Wednesday, September 10, 2014

In order to enter intimately into the emotional life of the story’s characters, it is necessary that you cultivate and play out a relationship with your audience. The answer to the question “who is it for?” is not “everyone”. It’s not even “the 18- to 25-year-old age group” or whatever other group you have in mind. A percentage or description of some faceless mob is creatively useless from a storytelling perspective.  To have any hope at all of entering the drama, you have to imagine and then address your audience, and, at times, become that audience.  But who, exactly, is one’s audience? Quite simply, it is that person who is fundamentally opposed to the thematic premise of what you are writing about. Audience is adversary, the writer's opposition - the person to whom the story is addressed, a person with whom you are on intimate terms, like your mother or father, your son or your daughter, or lover or the ex-, or some colleague who maybe saved your life once, but is antagonised by the underlying values or philosophy dramatised by the story  – some person whom you imagine is capable of being changed or moved or healed by the experience of the story you are telling; in short, someone who needs it. Effective, character-based storytelling is impossible without this intimate sense of audience – not as a demographic but as an imaginative act.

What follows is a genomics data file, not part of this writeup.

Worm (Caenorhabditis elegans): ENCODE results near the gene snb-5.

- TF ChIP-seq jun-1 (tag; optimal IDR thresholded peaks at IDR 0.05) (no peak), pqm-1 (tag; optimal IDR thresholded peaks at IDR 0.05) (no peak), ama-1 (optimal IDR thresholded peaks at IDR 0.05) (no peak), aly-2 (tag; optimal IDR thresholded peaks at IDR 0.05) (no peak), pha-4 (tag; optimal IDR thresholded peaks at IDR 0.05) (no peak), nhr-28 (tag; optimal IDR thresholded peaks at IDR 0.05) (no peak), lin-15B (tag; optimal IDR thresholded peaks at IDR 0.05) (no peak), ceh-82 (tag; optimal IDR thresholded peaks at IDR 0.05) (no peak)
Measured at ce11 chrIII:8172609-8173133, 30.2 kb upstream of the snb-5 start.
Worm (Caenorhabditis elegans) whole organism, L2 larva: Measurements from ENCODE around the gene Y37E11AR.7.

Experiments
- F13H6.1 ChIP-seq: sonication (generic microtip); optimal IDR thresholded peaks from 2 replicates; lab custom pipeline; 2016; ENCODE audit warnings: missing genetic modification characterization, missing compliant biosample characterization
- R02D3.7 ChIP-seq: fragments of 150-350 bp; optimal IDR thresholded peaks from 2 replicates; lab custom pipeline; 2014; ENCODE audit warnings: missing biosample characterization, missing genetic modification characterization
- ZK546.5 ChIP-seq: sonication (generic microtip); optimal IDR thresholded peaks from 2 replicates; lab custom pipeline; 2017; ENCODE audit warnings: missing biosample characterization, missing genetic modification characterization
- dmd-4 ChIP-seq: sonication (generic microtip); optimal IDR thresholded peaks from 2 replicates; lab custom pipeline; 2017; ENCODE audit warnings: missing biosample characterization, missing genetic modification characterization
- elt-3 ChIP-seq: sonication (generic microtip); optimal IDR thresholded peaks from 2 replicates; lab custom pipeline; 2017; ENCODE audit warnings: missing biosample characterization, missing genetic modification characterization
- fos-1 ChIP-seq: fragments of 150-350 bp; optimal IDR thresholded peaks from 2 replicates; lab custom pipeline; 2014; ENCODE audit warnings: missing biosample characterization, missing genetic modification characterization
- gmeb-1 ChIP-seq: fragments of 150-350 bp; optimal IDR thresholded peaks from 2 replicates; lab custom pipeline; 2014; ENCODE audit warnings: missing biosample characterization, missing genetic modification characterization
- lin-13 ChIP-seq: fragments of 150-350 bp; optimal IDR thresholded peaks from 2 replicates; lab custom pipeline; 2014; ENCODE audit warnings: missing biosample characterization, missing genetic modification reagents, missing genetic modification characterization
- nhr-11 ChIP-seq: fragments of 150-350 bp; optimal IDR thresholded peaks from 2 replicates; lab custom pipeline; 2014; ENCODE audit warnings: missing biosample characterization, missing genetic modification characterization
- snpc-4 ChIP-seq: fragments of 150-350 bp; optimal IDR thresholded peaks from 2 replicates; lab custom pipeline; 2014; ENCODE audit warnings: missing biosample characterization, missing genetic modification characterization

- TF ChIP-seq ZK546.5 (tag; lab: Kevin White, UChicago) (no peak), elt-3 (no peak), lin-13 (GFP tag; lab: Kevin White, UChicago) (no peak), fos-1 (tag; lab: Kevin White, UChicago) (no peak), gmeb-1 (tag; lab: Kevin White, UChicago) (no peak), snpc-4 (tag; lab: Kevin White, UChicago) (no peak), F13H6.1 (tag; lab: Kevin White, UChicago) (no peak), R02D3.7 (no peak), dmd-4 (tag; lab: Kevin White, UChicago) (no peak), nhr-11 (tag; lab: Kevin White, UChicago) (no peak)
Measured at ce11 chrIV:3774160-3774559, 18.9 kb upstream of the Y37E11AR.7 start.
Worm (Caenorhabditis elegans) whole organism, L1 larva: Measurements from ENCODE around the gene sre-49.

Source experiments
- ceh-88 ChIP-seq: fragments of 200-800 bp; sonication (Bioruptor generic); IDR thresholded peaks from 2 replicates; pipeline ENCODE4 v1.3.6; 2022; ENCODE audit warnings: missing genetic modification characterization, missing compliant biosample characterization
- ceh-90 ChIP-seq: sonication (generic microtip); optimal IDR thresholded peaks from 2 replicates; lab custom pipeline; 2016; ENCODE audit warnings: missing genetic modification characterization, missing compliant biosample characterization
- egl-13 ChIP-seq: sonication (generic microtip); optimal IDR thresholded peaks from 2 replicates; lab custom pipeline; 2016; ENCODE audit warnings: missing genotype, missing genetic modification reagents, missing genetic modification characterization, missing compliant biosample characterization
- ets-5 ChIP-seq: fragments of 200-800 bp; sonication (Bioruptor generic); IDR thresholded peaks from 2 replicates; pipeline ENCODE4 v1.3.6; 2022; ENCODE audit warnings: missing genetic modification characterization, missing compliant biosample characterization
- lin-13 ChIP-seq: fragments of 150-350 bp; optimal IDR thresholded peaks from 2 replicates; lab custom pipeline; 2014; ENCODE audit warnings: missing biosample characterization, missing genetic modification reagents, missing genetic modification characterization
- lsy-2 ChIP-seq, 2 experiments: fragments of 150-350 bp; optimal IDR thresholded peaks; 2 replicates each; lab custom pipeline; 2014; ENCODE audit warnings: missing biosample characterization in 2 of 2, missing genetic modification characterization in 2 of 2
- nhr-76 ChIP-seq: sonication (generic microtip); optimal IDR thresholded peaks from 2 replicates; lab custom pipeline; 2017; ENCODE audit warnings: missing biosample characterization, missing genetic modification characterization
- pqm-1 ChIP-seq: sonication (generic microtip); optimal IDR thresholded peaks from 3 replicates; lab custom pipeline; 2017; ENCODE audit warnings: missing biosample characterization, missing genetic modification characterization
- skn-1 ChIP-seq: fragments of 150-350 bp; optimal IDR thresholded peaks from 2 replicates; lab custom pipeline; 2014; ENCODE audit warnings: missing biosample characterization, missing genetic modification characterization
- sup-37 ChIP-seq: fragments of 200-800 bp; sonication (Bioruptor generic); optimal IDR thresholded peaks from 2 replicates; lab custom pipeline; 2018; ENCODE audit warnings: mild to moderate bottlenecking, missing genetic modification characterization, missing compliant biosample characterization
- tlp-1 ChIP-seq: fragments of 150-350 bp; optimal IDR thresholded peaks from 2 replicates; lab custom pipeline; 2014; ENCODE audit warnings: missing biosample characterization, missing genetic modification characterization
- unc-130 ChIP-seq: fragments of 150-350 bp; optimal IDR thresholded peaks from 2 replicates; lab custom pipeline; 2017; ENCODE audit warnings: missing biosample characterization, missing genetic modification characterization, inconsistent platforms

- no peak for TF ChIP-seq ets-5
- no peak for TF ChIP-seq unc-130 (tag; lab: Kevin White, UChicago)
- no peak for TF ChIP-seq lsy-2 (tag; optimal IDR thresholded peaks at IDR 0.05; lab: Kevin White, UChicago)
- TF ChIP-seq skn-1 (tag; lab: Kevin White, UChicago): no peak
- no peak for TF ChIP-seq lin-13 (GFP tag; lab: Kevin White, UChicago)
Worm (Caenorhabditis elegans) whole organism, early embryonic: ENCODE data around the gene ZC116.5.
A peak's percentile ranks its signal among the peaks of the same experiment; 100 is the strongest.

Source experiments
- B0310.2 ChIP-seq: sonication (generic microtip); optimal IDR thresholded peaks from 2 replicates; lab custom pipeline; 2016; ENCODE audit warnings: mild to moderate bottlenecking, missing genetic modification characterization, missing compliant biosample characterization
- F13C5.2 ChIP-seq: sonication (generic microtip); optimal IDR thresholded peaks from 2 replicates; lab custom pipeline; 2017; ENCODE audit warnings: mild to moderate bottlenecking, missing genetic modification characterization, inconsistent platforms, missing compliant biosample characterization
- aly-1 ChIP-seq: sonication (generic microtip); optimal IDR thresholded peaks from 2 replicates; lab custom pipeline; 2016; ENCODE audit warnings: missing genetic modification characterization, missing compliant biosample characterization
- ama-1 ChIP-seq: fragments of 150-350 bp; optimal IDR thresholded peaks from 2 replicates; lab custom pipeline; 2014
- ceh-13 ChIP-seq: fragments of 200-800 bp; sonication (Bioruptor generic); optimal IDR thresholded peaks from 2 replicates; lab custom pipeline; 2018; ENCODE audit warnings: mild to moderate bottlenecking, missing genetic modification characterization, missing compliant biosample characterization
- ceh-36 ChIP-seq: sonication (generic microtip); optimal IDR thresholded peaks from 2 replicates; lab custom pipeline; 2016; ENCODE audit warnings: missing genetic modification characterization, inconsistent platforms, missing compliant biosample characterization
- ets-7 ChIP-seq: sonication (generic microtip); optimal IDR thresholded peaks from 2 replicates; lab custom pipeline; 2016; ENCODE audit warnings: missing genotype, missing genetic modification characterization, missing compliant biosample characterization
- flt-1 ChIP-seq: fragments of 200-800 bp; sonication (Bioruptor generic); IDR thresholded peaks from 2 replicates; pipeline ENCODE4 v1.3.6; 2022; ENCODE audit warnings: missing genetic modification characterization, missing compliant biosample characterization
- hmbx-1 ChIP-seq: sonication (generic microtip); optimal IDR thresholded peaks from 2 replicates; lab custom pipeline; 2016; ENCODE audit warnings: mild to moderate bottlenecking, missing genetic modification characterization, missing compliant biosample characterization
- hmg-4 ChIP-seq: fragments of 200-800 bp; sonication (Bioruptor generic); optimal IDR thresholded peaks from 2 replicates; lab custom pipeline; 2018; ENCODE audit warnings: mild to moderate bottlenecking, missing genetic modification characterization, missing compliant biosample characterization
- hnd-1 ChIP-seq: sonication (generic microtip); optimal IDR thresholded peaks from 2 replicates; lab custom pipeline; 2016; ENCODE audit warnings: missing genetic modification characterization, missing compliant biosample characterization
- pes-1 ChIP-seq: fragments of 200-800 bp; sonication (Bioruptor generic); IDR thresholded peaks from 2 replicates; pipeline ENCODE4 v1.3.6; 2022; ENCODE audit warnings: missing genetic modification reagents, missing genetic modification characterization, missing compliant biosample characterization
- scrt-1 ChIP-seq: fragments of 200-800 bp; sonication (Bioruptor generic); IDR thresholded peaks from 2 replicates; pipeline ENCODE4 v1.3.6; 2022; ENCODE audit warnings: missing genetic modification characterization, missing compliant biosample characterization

Billy Marshall Stoneking

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